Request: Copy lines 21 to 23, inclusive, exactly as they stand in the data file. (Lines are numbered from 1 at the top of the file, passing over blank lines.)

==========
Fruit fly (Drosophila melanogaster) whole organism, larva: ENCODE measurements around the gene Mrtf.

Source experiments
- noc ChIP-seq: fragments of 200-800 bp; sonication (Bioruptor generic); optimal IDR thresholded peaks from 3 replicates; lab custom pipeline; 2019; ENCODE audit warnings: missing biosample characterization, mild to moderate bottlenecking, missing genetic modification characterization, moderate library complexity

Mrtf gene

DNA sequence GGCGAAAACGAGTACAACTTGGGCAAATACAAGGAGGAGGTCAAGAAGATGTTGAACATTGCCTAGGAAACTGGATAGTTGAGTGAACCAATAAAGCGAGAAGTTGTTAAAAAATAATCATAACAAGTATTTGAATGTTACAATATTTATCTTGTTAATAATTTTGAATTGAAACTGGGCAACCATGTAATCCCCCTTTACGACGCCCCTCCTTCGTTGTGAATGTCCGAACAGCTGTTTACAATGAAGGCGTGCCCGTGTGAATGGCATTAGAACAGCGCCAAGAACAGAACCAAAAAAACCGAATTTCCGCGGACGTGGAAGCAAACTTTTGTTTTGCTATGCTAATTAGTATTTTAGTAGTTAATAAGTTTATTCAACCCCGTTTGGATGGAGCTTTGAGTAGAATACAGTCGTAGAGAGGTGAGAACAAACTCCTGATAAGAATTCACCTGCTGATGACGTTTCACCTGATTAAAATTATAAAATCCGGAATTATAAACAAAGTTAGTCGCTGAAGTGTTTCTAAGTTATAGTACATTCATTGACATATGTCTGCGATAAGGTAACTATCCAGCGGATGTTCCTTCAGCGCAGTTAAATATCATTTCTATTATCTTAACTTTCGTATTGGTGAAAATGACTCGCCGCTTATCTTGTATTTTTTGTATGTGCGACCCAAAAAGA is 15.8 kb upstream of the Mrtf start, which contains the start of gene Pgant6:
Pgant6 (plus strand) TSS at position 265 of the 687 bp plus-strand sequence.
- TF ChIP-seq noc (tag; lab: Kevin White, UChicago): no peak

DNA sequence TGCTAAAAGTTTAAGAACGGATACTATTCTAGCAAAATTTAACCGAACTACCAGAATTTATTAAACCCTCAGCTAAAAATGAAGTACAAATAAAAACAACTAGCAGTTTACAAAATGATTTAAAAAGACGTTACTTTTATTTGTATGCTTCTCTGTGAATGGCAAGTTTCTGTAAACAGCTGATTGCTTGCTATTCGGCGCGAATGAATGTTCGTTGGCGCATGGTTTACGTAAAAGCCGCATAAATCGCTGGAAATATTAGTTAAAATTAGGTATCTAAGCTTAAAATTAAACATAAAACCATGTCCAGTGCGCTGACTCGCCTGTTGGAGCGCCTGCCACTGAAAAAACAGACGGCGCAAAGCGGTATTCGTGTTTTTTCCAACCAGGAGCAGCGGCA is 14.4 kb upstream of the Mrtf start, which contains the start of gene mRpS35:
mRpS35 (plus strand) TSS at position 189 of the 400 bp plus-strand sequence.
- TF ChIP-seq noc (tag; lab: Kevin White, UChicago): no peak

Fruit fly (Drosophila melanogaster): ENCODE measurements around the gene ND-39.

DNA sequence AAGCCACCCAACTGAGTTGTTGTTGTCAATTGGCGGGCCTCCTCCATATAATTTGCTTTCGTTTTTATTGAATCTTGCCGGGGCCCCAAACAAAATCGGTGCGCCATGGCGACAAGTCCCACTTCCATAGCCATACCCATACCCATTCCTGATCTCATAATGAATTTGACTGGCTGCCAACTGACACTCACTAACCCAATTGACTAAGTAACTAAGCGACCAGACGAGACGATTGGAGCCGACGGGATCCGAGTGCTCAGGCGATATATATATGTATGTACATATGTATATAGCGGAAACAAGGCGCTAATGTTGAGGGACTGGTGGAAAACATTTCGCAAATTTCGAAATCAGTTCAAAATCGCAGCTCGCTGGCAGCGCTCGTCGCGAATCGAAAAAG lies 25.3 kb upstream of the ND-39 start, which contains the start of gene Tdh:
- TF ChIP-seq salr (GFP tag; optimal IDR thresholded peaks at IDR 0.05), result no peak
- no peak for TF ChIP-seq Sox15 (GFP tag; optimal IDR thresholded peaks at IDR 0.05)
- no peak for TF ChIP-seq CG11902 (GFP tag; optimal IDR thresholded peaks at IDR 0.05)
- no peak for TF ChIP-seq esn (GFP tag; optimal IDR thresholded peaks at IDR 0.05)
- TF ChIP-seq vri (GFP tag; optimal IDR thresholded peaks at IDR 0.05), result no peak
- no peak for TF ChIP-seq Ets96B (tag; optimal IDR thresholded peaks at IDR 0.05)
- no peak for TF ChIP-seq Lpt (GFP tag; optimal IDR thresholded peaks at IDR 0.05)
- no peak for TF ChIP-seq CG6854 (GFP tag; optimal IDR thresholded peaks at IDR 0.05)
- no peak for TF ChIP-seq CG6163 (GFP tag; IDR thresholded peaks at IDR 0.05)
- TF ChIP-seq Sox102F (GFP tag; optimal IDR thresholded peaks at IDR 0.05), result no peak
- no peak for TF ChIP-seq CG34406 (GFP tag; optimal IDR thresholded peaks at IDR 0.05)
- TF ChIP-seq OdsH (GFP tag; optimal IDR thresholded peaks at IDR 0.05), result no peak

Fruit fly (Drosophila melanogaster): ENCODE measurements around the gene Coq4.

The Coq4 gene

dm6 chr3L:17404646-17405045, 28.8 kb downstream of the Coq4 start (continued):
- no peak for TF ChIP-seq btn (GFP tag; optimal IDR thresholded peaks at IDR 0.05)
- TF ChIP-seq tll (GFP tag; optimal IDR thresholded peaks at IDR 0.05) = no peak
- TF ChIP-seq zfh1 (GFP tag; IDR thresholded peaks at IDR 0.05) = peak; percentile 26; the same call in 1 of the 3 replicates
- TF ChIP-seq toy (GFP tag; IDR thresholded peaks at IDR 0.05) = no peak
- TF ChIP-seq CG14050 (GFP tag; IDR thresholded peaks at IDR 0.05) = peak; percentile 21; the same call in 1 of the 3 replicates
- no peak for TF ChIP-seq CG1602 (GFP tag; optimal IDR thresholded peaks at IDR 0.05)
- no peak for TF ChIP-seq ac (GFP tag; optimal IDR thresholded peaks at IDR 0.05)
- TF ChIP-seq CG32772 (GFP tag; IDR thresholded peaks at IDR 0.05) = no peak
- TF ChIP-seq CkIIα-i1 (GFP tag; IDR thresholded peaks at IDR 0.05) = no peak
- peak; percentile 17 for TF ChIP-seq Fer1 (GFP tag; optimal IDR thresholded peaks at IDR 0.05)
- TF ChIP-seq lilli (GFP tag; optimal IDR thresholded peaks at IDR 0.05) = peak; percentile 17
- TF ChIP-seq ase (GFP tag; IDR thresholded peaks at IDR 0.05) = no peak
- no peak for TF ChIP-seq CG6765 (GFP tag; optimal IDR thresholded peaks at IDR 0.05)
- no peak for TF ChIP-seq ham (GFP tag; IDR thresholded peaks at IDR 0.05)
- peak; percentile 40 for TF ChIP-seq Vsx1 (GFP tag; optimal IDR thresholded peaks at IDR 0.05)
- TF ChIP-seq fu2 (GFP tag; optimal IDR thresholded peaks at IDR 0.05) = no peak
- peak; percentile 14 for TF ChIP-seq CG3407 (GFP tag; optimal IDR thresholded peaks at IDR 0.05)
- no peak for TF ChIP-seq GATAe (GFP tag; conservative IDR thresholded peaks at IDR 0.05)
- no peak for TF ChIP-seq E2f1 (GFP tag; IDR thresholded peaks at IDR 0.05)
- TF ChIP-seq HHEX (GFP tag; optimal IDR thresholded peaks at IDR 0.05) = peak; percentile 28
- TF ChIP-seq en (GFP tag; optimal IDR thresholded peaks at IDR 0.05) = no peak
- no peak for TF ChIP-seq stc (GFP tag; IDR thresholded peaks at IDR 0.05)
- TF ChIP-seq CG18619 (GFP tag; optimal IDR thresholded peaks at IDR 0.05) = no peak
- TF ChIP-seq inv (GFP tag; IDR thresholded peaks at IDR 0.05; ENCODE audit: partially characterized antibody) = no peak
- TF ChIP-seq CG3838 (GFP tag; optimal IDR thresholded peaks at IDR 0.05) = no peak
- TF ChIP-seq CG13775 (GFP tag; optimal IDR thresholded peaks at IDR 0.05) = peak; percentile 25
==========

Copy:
- no peak for TF ChIP-seq CG6163 (GFP tag; IDR thresholded peaks at IDR 0.05)
- TF ChIP-seq Sox102F (GFP tag; optimal IDR thresholded peaks at IDR 0.05), result no peak
- no peak for TF ChIP-seq CG34406 (GFP tag; optimal IDR thresholded peaks at IDR 0.05)